Saturday in Whitewater will be snowy with a high of 39. Sunrise is 6:47 AM and sunset 7:13 PM for 12h 25m 35s of daytime. The moon is a waxing crescent with 17.3% of its visible disk illuminated.
There’s a concern in the Whitewater Unified School District of twenty thousand that only dozens of voices are heard. That concern appeared as a question at the March 11th school board candidates’ forum:
Question 1, 19:31: Are you committed to a yearly survey of families, students, graduates, community residents, faculty and staff about what they see as major strengths or shortcomings of the district and its schools. And are you committed to publicly sharing the results?
It’s true that a survey would have to be prepared professionally, with questions crafted plainly and without ambiguity. A serious survey requires serious design and distribution, and neither the school board nor Whitewater’s superintendent & administrators are skilled in the task. If there are to be annual surveys, and that’s a good idea, then they should be designed and disseminated with a professional standard of care. Whitewater can find the money for the work as she’s found (wasted, truly) money for less important work.
Let’s assume, then, that they’ll be able to check the cushions at the district’s Central Office and scrape together what a proper survey requires.
Question 1 of the candidates’ forum will then lead to something like Question 1A: How will the district treat the results of its properly-crafted survey?
There is a difference between an accurate gauge of residents’ sentiments and receiving those sentiments as a mandate. If families, students, graduates, community residents, faculty, and staff demand action, must the district comply?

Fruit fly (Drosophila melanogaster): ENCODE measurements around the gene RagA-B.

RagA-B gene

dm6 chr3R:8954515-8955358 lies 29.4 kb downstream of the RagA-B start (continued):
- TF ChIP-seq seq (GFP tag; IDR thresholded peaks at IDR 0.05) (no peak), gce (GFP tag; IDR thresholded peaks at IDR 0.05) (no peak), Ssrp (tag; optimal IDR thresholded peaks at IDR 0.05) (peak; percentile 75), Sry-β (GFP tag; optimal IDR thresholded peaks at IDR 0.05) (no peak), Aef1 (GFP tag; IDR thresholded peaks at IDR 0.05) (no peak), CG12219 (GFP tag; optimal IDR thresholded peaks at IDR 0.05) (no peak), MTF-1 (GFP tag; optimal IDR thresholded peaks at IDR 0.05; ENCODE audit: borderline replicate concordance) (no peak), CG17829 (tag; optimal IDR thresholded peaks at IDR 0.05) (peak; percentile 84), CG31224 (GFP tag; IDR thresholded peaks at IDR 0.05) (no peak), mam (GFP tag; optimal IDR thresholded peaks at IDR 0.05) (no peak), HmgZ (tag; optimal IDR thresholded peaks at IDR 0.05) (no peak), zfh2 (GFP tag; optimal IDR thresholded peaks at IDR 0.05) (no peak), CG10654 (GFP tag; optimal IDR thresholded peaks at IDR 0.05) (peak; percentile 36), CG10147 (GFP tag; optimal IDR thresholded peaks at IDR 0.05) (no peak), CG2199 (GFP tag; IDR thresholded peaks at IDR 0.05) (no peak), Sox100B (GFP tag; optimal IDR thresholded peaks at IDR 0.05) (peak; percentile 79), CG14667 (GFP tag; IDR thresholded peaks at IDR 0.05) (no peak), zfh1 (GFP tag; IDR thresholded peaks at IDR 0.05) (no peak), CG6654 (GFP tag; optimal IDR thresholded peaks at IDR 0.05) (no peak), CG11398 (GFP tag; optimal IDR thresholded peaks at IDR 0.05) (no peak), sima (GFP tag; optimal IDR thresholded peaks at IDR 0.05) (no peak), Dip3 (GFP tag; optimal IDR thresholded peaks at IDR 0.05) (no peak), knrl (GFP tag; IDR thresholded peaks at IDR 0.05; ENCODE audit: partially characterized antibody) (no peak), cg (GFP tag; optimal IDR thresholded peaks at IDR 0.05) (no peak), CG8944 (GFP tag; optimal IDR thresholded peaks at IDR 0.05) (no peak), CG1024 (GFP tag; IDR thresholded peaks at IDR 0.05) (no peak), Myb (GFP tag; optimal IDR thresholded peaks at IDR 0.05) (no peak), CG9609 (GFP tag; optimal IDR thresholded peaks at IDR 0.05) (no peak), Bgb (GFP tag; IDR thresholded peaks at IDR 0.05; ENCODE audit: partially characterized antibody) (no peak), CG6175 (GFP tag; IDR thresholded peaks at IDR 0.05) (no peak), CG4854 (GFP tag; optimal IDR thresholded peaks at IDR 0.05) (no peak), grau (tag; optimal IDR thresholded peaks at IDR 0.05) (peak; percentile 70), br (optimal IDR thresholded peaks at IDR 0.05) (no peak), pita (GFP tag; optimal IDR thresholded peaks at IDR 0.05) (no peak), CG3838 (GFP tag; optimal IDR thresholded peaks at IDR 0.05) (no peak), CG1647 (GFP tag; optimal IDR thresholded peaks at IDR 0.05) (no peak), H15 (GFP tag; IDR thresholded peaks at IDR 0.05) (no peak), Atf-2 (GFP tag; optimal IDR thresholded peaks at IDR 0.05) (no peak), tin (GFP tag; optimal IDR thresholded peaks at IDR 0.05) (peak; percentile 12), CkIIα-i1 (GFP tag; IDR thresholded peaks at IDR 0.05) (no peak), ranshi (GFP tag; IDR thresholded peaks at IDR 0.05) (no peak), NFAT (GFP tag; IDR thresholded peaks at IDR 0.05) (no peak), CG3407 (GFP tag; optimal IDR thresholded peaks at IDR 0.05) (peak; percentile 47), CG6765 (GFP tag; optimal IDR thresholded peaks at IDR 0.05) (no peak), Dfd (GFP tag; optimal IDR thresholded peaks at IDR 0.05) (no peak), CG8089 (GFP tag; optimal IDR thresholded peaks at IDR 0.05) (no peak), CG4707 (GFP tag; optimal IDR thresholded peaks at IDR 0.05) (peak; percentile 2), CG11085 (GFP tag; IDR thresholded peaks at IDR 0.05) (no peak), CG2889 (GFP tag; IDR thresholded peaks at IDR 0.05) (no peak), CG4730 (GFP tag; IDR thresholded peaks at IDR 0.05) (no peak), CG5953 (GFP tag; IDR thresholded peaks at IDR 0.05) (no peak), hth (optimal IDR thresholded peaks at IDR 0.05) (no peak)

The populists are one’s legitimate concern here. First, they habitually claim a majority position where it does not exist, so a poorly worded survey will allow them to exaggerate support for their positions. Second, they are intemperate by disposition, and see what they want to see. Along these lines, see Defining Populism and Extreme Populism Presents as Trolling.
When the populists falsely insist that they are a majority, or when they demand action against viewpoints they dislike even if they are a majority, how will officials in this community respond?
These aren’t simply educational questions. They are questions of law and political philosophy.
Should the two center-right candidates (Stephanie Hicks and Christy Linse) in this race prevail (and they’ve a solid chance), then they will be under enormous pressure to go much further in action than any statements they, themselves, have made. The populist candidate (Chuck Mills) in this race has already made clear what he wants.
A bit here about expression from principle: the positions that this libertarian blogger takes publicly are the positions that I hold privately. It might have seemed easier to some over the years to trim my sails to accommodate others. No, and no again. It would not have been easier. If every other of fourteen thousand in the city, or twenty thousand in the district, held contrary views, still I would hold fast if deliberation and reflection led me to opposition. It would be impossible for me to sleep well otherwise. There’s nothing special about my view on holding fast. All people who take political positions should decide for themselves how far they will go, yet no further.
It weighs on my mind that others in this city, individuals expressing their natures (however different from mine), may see their rights under law swept away at the hands of an insatiable populism. This city is beautiful yet troubled, this district is beautiful yet troubled. The populists will make these troubles seem slight as against the actions they will demand against vulnerable individuals in the name (falsely invoked) of majoritarianism.
Another question from the candidates’ forum makes this risk plain. That’s a subject all its own, for tomorrow.